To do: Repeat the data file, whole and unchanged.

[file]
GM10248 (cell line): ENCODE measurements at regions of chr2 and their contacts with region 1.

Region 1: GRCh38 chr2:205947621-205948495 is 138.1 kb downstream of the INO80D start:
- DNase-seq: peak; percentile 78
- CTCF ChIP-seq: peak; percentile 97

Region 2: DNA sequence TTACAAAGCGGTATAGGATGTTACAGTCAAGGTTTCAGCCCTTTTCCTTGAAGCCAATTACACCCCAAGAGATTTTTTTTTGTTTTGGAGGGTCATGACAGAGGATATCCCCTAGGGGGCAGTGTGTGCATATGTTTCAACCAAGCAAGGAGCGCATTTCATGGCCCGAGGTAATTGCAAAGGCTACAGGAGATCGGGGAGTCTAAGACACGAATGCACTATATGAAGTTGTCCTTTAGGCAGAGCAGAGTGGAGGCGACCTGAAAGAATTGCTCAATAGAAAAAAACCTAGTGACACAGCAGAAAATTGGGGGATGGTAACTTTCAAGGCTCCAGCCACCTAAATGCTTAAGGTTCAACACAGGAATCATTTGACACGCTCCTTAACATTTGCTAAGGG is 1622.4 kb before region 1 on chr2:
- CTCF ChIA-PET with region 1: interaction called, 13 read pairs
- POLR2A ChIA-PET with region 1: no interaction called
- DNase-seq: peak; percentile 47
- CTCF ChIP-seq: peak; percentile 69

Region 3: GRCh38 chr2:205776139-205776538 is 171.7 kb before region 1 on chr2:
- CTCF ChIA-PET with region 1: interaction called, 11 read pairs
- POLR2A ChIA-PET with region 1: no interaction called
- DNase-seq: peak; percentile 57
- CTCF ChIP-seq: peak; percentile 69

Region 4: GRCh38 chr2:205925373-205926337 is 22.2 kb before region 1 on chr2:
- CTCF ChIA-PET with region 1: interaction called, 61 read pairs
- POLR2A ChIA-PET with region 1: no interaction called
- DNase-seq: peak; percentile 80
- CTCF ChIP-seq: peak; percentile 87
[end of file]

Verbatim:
GM10248 (cell line): ENCODE measurements at regions of chr2 and their contacts with region 1.

Region 1: GRCh38 chr2:205947621-205948495 is 138.1 kb downstream of the INO80D start:
- DNase-seq: peak; percentile 78
- CTCF ChIP-seq: peak; percentile 97

Region 2: DNA sequence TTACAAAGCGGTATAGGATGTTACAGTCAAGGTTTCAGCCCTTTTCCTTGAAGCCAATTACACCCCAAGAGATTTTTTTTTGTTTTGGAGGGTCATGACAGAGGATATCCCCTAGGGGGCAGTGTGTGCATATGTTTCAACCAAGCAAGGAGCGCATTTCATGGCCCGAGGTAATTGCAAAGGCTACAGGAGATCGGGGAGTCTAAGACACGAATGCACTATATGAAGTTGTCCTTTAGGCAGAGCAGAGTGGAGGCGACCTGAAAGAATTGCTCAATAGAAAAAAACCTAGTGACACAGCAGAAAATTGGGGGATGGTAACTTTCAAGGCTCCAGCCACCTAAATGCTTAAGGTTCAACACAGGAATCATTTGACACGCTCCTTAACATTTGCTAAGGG is 1622.4 kb before region 1 on chr2:
- CTCF ChIA-PET with region 1: interaction called, 13 read pairs
- POLR2A ChIA-PET with region 1: no interaction called
- DNase-seq: peak; percentile 47
- CTCF ChIP-seq: peak; percentile 69

Region 3: GRCh38 chr2:205776139-205776538 is 171.7 kb before region 1 on chr2:
- CTCF ChIA-PET with region 1: interaction called, 11 read pairs
- POLR2A ChIA-PET with region 1: no interaction called
- DNase-seq: peak; percentile 57
- CTCF ChIP-seq: peak; percentile 69

Region 4: GRCh38 chr2:205925373-205926337 is 22.2 kb before region 1 on chr2:
- CTCF ChIA-PET with region 1: interaction called, 61 read pairs
- POLR2A ChIA-PET with region 1: no interaction called
- DNase-seq: peak; percentile 80
- CTCF ChIP-seq: peak; percentile 87